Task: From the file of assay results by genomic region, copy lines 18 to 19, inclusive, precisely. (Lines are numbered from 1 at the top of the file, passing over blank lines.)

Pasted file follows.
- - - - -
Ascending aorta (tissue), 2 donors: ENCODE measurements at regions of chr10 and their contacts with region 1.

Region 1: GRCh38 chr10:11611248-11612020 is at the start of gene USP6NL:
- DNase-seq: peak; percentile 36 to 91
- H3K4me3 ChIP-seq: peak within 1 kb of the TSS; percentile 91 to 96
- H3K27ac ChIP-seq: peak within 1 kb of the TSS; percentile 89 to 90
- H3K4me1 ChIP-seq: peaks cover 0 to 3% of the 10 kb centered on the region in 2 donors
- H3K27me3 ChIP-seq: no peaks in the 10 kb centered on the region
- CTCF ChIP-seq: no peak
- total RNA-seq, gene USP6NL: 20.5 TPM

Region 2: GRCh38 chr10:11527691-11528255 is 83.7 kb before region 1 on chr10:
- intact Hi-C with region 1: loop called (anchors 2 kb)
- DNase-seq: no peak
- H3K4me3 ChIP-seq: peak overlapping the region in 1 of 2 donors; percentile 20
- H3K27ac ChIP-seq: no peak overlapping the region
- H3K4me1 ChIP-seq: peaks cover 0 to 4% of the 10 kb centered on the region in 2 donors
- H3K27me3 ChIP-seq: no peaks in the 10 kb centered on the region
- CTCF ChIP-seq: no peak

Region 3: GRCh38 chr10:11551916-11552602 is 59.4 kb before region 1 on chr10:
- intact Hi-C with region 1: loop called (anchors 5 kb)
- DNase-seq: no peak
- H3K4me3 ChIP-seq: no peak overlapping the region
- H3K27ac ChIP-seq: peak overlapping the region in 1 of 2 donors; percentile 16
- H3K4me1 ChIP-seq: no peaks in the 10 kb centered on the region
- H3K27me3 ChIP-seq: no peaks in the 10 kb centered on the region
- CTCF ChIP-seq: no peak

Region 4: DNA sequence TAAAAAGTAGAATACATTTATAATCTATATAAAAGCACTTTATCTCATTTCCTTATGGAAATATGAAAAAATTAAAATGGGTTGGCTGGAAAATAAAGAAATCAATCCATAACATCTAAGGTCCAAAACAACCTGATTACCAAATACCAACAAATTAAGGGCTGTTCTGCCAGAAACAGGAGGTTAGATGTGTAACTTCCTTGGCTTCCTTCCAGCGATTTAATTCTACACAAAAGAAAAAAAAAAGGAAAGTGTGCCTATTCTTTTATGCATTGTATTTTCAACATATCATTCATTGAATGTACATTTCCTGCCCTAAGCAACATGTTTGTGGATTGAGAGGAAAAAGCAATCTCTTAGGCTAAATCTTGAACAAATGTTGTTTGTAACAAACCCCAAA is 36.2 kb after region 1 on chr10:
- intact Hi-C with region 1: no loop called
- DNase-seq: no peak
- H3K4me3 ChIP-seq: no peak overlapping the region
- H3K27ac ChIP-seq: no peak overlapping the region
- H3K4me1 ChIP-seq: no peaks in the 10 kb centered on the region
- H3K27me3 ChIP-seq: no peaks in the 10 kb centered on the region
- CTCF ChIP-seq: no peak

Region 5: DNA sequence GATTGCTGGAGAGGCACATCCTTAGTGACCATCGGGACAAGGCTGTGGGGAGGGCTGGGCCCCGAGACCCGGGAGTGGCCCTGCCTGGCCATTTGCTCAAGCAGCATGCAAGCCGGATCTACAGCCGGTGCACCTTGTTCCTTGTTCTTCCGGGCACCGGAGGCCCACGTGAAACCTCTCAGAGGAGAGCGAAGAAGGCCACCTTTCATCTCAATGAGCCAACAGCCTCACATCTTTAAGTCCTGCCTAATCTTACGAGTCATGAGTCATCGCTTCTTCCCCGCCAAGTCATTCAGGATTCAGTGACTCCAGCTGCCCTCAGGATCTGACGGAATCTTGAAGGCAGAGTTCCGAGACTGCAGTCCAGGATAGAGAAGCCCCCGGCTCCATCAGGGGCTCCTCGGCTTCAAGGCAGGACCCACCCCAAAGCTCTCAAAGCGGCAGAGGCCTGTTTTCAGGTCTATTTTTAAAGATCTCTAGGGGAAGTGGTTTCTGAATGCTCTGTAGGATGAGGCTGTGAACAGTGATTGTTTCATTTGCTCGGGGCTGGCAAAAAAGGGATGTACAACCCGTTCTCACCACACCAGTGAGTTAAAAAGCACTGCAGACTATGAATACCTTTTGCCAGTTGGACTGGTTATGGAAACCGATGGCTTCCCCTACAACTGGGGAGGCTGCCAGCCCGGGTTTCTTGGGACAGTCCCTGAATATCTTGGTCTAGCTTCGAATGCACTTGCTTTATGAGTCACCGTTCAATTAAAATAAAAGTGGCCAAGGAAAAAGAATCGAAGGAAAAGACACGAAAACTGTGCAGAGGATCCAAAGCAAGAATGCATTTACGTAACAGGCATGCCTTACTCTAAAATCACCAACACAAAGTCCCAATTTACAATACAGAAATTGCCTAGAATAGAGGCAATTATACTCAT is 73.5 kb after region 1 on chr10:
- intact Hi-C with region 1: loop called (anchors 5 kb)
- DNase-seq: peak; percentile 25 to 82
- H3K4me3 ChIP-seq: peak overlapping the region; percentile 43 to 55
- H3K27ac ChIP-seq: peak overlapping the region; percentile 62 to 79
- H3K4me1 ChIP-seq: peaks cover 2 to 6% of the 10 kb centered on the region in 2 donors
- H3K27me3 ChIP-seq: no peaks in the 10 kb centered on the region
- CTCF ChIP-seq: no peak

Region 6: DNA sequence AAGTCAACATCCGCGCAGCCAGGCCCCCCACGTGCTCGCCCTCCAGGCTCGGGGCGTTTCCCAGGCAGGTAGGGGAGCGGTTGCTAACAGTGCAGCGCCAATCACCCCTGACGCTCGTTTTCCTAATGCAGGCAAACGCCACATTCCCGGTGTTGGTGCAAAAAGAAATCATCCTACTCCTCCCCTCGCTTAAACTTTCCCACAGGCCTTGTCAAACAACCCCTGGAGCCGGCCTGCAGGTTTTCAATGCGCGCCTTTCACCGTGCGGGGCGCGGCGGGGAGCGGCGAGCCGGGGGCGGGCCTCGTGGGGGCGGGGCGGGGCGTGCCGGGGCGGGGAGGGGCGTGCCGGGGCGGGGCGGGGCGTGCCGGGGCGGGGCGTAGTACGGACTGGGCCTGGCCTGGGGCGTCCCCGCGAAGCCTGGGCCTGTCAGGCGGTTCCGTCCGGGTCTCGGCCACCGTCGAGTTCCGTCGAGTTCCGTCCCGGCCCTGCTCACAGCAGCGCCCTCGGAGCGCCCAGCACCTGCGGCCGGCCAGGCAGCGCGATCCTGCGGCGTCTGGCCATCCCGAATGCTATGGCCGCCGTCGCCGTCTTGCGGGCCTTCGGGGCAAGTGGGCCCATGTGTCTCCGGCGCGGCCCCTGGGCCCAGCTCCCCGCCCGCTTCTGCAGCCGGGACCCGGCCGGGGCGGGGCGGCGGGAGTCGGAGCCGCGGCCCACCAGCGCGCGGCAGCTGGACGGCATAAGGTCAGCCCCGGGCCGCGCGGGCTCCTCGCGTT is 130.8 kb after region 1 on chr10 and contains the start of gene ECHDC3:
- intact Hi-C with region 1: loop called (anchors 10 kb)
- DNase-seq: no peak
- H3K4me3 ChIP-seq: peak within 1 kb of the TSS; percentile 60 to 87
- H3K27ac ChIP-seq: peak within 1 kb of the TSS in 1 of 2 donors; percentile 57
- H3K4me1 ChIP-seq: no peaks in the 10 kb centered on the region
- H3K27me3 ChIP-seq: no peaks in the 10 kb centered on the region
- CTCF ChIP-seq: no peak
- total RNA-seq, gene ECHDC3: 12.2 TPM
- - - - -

Region 3: GRCh38 chr10:11551916-11552602 is 59.4 kb before region 1 on chr10:
- intact Hi-C with region 1: loop called (anchors 5 kb)